The higher elevations here create a very different Sonoran Desert environment from the western park, although sprawling desert areas with beautiful Saguaro cacti are also found here. The mountain wilderness area has forests of oak, ponderosa pine, and fir trees that are only accessible on foot or horseback. Mountain biking is also permitted on designated trails in the park.
As usual, our first stop at any national park that we visit is the Visitor Center.
Rincon Mountain Visitor Center has interesting exhibits and a 15-minute video presentation that provides information about the plant and animal life in the park.
View of the Rincon Mountains from the Visitor Center.
There is a cactus garden walk that starts at the front of the Visitor Center. Here are some photos.
From the Visitor Center we drove the 8-mile, Cactus Forest Loop Drive stopping at various points along the way.
Cactus Forest Overlook.
Mica View Area: We parked the car and took Sadie for a walk for about a mile on this dirt road. Dogs are not permitted on trails or backcountry in national parks, but a ranger had informed us that we could take our dog for a walk along this road.
Tiny red flowers that grew about a 1/2 tall in the desert.
Loved this beautiful saguaro.
Gila woodpeckers and gilded flickers carve the holes (seen in photo below) for nesting in the saguaros. After they have abandoned them, they become inhabited by owls, purple martin, and sometimes reptiles.
Closeup of an aging saguaro.
Another type of nest built in a saguaro.
A whole family of saguaros.
These look like conjoined twins!
Loved this ocotillo plant (right). They look like they are dying but bloom in the spring.
John and Sadie enjoying our desert walk.
Not sure what this plant is, but its feathery texture was a lovely contrast to the thorny cacti.
Desert Ecology Trail was our next stop. It is a 1/4 mile paved loop with interpretive signs along the way.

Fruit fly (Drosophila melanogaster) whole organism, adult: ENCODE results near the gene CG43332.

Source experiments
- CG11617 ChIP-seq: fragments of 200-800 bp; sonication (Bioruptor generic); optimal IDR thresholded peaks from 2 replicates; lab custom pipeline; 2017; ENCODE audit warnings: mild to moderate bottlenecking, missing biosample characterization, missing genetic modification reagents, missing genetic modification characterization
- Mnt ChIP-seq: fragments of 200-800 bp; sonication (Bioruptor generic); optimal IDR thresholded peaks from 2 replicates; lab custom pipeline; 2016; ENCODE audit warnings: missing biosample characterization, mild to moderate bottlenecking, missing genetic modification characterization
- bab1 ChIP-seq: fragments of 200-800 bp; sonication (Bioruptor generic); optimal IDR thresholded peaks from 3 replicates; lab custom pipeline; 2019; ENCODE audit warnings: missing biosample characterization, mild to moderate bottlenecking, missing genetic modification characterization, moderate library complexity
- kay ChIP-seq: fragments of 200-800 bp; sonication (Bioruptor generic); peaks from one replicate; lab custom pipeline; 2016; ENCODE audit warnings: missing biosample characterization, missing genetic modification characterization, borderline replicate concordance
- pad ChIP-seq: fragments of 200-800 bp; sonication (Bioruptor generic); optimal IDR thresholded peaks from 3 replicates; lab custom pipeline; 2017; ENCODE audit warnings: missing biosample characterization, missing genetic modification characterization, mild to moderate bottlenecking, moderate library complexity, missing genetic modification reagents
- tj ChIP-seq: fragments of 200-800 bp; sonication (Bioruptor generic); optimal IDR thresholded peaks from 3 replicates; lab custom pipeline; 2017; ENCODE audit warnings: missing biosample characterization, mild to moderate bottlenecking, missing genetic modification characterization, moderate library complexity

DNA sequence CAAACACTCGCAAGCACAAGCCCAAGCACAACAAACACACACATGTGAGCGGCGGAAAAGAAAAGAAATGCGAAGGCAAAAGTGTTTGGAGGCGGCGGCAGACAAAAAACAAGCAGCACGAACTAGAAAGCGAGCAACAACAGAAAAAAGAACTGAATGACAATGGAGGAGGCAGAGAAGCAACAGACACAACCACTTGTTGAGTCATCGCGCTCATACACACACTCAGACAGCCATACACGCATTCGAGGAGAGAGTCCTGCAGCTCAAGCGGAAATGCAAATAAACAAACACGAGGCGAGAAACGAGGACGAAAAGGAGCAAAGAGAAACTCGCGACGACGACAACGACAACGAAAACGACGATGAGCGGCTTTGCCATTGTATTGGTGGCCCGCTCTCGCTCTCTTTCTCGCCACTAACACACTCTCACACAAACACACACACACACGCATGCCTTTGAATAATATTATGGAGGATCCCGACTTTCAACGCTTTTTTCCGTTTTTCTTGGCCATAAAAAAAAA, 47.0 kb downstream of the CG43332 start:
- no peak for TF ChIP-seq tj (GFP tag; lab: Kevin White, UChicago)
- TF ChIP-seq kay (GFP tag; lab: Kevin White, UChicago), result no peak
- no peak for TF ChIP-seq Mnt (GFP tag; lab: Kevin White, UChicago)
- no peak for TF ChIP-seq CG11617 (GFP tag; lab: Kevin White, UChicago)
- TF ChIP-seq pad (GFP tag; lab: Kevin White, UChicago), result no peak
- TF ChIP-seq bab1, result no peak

Desert pack rats collect stuff (seeds, cactus pieces, grass, car keys, bits of trash) and pile it into homes they make in these decaying prickly pear plants. Sometimes their homes are occupied by multiple generations, passing their treasures onto their offspring. Remnants of pack rat habitats have been found here that are 40,000 years old (wow!)
Javelina Rocks. This was perhaps our favorite stop along the scenic drive (although we did not see any javelina that sometimes frequent the area). Be sure to stop at this site and do some exploring in the area.
John, enjoying the quiet and beauty of the desert.
A few views from this special spot.
We were at the park in the late afternoon and stopped to take these photos before the sun set.
Milestone Dates of the Park
1933 - President Hoover authorizes Saguaro National Monument
1961 - President Kennedy adds Tucson Mountain District to the monument.
1976 - Congress designates 71,400 acres as wilderness
1994 - Congress designates Saguaro National Park.
The beautiful saguaro cactus has thus been preserved through these actions. After years of diminishing numbers of cacti, the landscape is recovering through the efforts of the park service.
The admission fee to the park is $10/vehicle. John's senior pass gets us in for free. With each national park we visit, I become more impressed with the foresight of individuals to preserve these beautiful wonders of nature in our country.